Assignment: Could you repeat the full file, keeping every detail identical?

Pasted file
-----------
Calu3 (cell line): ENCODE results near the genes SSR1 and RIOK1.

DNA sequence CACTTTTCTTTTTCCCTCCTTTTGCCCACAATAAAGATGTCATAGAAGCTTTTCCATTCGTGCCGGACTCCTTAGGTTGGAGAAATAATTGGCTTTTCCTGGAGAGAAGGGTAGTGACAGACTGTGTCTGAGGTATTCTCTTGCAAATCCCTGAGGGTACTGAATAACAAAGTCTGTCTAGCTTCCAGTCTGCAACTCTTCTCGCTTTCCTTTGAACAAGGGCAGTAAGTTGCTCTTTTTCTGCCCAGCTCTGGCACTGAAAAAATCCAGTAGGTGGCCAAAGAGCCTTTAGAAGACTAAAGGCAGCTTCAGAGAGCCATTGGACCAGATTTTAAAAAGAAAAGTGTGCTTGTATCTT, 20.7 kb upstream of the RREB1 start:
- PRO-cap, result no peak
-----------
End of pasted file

Calu3 (cell line): ENCODE results near the genes SSR1 and RIOK1.

DNA sequence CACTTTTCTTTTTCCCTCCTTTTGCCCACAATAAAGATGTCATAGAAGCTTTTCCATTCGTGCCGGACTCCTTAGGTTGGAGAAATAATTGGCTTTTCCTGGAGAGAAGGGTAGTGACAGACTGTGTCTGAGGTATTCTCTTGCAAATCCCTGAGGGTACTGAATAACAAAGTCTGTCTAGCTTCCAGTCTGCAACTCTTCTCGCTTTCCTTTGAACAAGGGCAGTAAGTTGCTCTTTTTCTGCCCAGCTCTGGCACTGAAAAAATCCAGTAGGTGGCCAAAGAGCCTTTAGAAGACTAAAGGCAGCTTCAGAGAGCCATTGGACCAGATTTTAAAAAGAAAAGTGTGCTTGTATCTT, 20.7 kb upstream of the RREB1 start:
- PRO-cap, result no peak